And if that’s all the registrants — it will be capped at 15 girls — come away from the camp with, Lefevre is fine with that.
“That’s one of the major things that I want the girls who come to this camp to get out of it is to just have that experience to be able to write a song and play it for somebody. Maybe at the end of it, they’ll be like, ‘That was super fun (but) playing music is not for me. But I’m interested in this other aspect of it.’ Or, ‘I had no idea there were so many local bands — I’m going to get out and see more shows,’ and hopefully we’ll see their smiling faces around here.”
Of course, it being a female only affair, Lefevre also hopes that the campers will take something even more important away from the week other than an appreciation for music.
Other elements that the instructors and even special guests such as Joan Sarro, from campus and community radio station CJSW, will touch upon is simply what it means to be a woman in a still male-dominated industry, some of the hurdles they might find themselves facing and some of the traps they can avoid, in music and in life.
“The major focus for the week is on playing instruments and writing songs and being a band — the whole social aspect of being in a band and working together — but there’s a lot of other stuff that goes along with it that maybe they’ll find interesting,” Lefevre says. “We’re going to a presentation about how women are represented in popular culture and I’m hoping that they learn things about . . . positive self-image and age-appropriate image.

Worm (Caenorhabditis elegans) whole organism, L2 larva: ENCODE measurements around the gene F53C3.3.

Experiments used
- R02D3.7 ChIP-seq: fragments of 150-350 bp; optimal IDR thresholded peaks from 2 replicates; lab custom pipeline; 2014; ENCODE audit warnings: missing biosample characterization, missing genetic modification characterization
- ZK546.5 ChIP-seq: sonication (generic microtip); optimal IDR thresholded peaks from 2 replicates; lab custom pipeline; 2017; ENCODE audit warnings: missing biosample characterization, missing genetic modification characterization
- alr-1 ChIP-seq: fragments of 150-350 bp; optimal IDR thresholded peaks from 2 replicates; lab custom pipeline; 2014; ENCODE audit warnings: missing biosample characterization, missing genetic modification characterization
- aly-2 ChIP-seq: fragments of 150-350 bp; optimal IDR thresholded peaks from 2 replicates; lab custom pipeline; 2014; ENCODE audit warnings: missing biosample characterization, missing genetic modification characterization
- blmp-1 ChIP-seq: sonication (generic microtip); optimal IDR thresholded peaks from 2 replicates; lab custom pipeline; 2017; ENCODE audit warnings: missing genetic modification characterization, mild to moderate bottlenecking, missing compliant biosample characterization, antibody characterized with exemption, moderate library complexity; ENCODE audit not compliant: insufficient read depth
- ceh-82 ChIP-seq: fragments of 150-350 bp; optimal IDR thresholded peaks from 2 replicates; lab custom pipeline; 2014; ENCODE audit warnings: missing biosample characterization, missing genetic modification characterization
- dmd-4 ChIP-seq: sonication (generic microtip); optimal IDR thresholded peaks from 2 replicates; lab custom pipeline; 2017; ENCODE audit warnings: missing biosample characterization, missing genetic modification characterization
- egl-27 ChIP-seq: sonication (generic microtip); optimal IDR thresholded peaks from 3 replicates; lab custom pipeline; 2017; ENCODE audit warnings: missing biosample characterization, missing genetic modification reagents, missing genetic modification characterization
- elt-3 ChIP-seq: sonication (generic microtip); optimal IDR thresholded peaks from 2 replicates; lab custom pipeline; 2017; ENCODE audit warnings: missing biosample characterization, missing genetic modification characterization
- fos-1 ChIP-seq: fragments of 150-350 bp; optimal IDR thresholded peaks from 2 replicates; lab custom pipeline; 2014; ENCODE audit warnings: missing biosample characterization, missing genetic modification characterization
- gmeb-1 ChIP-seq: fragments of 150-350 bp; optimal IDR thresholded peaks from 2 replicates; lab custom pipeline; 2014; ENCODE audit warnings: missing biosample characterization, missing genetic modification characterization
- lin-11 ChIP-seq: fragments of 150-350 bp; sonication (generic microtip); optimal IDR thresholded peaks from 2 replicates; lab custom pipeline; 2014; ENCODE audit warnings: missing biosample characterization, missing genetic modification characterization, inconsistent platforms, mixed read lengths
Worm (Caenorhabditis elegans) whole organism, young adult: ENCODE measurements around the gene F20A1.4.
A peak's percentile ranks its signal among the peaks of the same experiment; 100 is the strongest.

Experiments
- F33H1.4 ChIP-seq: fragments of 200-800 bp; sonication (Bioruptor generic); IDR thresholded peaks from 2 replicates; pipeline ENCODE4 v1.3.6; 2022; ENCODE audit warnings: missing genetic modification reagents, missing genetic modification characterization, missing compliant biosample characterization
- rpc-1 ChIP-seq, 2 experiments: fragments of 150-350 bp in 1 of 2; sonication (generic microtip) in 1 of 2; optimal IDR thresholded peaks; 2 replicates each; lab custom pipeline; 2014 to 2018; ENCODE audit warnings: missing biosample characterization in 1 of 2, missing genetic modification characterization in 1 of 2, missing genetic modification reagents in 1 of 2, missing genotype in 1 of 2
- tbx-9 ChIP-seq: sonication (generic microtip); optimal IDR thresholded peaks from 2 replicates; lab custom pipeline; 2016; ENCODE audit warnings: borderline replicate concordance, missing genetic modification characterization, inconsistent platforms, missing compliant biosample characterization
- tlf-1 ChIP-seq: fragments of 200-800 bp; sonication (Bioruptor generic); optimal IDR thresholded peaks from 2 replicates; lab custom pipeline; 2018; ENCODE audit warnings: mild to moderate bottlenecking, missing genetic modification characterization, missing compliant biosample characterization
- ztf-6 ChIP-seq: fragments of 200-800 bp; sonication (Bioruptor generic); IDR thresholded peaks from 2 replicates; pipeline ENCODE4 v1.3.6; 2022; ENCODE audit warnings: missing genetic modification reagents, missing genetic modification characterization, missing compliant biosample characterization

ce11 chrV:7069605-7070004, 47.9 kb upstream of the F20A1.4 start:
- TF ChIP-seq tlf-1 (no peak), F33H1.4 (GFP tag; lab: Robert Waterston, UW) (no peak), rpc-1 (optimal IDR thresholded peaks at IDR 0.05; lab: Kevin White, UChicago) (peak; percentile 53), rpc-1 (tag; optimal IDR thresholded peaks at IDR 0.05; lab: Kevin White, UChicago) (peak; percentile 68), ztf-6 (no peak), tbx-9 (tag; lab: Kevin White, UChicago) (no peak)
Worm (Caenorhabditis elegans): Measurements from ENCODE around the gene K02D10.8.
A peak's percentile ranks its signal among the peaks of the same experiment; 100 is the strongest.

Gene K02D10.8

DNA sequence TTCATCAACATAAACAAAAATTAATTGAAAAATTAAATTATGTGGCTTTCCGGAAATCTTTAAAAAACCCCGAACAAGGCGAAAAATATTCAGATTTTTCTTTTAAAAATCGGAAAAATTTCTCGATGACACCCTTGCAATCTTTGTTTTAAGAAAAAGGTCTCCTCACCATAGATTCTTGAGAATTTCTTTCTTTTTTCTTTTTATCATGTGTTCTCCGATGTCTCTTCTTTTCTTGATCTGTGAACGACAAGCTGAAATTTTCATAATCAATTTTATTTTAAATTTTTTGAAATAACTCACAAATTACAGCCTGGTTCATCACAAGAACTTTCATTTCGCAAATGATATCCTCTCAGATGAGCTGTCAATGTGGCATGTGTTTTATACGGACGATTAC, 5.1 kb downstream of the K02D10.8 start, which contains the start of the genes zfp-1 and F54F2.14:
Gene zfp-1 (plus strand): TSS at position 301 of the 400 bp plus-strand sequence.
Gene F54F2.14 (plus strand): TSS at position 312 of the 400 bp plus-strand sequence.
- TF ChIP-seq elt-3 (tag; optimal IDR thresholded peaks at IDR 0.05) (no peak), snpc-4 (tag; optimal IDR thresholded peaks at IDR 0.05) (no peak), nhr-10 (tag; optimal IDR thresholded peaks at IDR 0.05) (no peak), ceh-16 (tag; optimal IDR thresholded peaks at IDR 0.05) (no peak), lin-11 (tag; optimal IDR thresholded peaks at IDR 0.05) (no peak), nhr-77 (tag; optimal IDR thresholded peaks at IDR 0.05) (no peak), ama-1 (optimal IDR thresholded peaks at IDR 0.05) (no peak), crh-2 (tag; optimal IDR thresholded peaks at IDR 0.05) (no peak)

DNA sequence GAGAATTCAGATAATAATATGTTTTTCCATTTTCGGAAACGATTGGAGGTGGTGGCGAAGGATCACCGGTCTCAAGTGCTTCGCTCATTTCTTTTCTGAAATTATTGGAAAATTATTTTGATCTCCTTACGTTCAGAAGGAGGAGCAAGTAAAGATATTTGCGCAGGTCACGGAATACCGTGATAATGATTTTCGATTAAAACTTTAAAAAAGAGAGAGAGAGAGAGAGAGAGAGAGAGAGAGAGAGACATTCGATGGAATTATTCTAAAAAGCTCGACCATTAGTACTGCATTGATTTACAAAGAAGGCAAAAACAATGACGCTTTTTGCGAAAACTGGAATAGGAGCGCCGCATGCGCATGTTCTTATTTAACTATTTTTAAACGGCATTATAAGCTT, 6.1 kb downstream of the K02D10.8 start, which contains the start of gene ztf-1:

“There’s lots to learn beyond just playing guitar or playing drums or whatever it is you’re coming for.”
Lefevre admits that she’s had to learn a lot of those lessons the hard way over her past two decades as an indie musician and she’s looking forward to imparting that wisdom for a new generation of female artists.
Not that she thinks she has all the answers or has even experienced the harsh act of being marginalized in music for her gender. Well, not by anyone other than herself.
“My bandmate and I have talked about this a lot, sometimes growing up or even now you get to a place where you’re going to be playing a show and you’re playing with all of these other bands and a lot of them are guys,” she says. “And you respect what they play and you sort of feel like the fraud, like you really have to (play) well in order to not just be, ‘Oh, well, they were really good — for girls.’ And that’s a hard thing to get over. So it’s not necessarily anything that somebody said to me . . . but there’s obviously a reason we think that sometimes. And it’s a hard thing to get over, that sometimes you want to just be, ‘She’s a great bass player,’ not, ‘She’s good for a girl.’
“Even at 34 years old I still think that sometimes. I wish I didn’t. But I’ll get over it.”
Girls Rock Camp Runs March 25-30 at The New Black Centre (200 919 9th Ave. S.E.). To register or for more information e-mail
Read more: http://www.calgaryherald.com/entertainment/Calgary+Girls+Rock+Camp+teaches+young+women+sides+music/8084452/story.html#ixzz2NpanxJU8